Data Analytics: A Key Component Of Digital Transformation
Market Drivers, Benefits, Risks, And Challenges Of Data AnalyticsAdd bookmark
The utilization of data analytics remains a common aspect of digital transformation. An increasing number of enterprises view data as a commodity, which explains how this became a major area of technology investment across several industries. Organizations are willing to invest vast resources into gathering, creating, and analyzing data.
Jeff Orr, freelance writer and emerging technology consultant, told Enterprise Mobility Exchange that data analytics is regarded as the study of company datasets to identify important insights. It should also be noted that there are different types of analytics for enterprises. Some of the most common types of analytics include:
- Descriptive analytics: This includes the elementary reporting and business intelligence conducted by most enterprises.
- Prescriptive analytics: This involves technology that provides suggestions for human action.
- Predictive analytics: This includes using data insights to anticipate human action in the future. The predictions are commonly from a recommendation engine.
Many enterprises aim to become a data-driven organization, which typically involves using strong fundamentals to make data-driven decisions.
“Strong fundamentals include both financial value and strategic value being generated for customers and investors,” said Ryan Martin, principal analyst at ABI Research.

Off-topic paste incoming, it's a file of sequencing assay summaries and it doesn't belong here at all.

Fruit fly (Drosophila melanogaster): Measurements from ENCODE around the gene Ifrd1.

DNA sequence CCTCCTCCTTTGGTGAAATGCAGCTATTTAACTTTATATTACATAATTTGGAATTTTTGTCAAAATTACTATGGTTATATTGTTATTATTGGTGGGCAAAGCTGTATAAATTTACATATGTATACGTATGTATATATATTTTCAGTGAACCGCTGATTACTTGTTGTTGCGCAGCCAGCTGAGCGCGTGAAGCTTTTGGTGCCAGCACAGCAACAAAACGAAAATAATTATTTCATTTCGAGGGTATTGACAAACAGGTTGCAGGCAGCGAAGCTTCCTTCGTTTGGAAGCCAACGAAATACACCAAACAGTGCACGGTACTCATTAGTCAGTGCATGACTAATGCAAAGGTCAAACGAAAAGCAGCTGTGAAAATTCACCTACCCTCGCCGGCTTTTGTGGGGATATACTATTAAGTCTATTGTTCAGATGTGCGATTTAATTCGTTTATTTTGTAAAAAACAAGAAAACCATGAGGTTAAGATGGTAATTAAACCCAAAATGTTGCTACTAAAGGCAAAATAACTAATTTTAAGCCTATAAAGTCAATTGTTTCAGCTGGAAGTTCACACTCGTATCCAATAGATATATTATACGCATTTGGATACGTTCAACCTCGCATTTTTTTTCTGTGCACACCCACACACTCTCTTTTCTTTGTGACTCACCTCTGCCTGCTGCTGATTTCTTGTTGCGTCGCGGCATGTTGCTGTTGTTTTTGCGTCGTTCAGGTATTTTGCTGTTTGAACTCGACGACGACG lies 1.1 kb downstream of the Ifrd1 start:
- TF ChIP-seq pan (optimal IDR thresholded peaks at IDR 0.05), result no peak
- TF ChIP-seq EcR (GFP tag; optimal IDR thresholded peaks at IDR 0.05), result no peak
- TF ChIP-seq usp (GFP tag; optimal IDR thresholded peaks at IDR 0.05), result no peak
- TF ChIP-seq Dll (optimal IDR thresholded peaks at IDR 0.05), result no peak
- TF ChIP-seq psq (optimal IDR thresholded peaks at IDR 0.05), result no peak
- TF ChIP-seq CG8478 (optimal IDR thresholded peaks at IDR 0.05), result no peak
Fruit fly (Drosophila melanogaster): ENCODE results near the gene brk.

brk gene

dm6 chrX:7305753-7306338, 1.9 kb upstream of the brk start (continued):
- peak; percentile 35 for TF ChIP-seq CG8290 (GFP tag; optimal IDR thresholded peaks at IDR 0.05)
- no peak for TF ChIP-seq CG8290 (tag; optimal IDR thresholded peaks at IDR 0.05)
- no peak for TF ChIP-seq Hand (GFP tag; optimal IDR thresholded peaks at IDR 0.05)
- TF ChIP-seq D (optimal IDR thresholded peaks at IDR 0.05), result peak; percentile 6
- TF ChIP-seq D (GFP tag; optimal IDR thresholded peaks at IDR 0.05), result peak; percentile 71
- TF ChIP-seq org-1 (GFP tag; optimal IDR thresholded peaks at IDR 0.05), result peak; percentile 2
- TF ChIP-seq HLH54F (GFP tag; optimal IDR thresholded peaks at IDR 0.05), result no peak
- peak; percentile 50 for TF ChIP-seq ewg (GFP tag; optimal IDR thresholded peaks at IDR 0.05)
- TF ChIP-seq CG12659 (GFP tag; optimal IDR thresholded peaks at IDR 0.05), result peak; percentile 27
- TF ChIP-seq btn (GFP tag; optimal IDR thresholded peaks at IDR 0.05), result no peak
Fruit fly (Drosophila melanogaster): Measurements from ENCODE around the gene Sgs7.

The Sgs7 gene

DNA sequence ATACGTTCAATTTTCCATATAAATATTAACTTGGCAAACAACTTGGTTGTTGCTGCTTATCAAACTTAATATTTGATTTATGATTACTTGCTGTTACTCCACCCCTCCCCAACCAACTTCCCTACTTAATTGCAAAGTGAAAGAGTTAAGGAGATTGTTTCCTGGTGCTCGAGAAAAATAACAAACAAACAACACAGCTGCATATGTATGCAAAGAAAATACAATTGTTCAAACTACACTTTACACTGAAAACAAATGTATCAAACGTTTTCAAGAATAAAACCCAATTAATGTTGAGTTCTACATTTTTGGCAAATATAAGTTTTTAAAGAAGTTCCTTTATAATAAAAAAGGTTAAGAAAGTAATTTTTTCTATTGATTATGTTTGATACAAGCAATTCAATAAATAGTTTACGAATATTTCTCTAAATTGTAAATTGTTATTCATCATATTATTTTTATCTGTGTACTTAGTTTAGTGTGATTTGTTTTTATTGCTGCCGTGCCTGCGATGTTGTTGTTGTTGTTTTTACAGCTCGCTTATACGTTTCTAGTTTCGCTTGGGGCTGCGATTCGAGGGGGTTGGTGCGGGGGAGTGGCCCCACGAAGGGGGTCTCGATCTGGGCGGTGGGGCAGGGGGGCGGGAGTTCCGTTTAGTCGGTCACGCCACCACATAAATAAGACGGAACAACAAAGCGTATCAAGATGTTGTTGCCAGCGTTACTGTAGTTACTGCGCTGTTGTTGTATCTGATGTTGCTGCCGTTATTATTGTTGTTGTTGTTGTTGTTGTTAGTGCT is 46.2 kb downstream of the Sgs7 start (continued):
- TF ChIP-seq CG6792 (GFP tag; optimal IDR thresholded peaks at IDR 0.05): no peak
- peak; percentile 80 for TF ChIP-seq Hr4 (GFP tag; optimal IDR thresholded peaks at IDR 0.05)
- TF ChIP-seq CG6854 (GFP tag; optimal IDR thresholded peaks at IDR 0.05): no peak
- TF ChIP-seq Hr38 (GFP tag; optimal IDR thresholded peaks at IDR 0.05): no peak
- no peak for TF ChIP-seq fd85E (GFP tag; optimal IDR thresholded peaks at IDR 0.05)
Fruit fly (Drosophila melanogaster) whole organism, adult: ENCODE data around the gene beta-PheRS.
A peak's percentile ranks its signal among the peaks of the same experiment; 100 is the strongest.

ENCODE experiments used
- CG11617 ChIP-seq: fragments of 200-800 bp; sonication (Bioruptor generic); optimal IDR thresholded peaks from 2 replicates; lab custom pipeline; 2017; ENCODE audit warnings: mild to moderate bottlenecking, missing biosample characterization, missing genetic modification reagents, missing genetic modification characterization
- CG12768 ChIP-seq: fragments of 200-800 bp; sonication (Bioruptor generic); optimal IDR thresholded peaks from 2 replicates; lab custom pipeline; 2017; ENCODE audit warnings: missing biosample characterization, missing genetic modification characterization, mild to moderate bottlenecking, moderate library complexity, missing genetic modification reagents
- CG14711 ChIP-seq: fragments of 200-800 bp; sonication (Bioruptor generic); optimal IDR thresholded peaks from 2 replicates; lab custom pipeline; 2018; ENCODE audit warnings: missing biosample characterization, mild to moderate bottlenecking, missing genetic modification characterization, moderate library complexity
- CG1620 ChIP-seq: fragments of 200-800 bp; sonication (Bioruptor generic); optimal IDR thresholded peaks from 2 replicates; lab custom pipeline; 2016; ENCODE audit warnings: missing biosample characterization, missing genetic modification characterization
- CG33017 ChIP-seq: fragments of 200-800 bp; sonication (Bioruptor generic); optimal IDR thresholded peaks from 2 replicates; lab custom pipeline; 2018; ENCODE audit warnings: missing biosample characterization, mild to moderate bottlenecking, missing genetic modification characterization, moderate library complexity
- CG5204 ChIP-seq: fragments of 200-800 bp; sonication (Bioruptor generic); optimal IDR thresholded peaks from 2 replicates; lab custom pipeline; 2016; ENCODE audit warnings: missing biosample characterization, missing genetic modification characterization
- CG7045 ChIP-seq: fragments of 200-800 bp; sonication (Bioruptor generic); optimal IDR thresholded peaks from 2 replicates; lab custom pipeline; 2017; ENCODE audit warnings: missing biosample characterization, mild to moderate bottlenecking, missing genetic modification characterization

The collection and organization of data analytics is a common aspect that is often tied to other digital transformation components, such cloud computing and the Internet of Things (IoT). Data analytics is often the driving force for those organizations embarking on a digital transformation. Numerous departments within an enterprise could have a technological need for data analytics, such as sales departments that have customer relationship management (CRM) software. One of the sectors that have embraced data analytics is the financial services industry, which uses the technology to help with the detection of fraud.
Across the board, enterprises in all industries —and of different sizes —can greatly benefit from data analytics. For example, on supply chains, data analytics can manage the flow of ingredients on the assembly line. Data analytics can also aid enterprise automation processes for numerous applications, such as providing insight about when a machine or a system will fail. Overall, enterprises that embrace data analytics will see improved productivity, which will enhance important business decisions.
Risks And Challenges
Although there are many benefits associated with harnessing data analytics, there are also some risks to keep in mind. On the surface, data might seem useful, but data by itself really does not provide immediate assistance. In order for that data to be used correctly, it has to be organized by employees. In some enterprises, that additional data is only beneficial if it is acquired, organized, and shared in real-time. A real-time enterprise (RTE) refers to a company that has current data readily available in all systems. Many assembly lines are relying on real-time data to improve quality control and to detect fraud. A lot of work goes into achieving this level of real-time data, such as with the use of edge computing, and it is very challenging.
Want To Learn More About Digital Transformation?
Before embarking on a digital transformation, an enterprise should identify the needs and objectives. Read about cloud computing and all of the other key technology components in Enterprise Mobility Exchange’s exclusive report on digital transformation.
This article was originally published on Enterprise Mobility Exchange.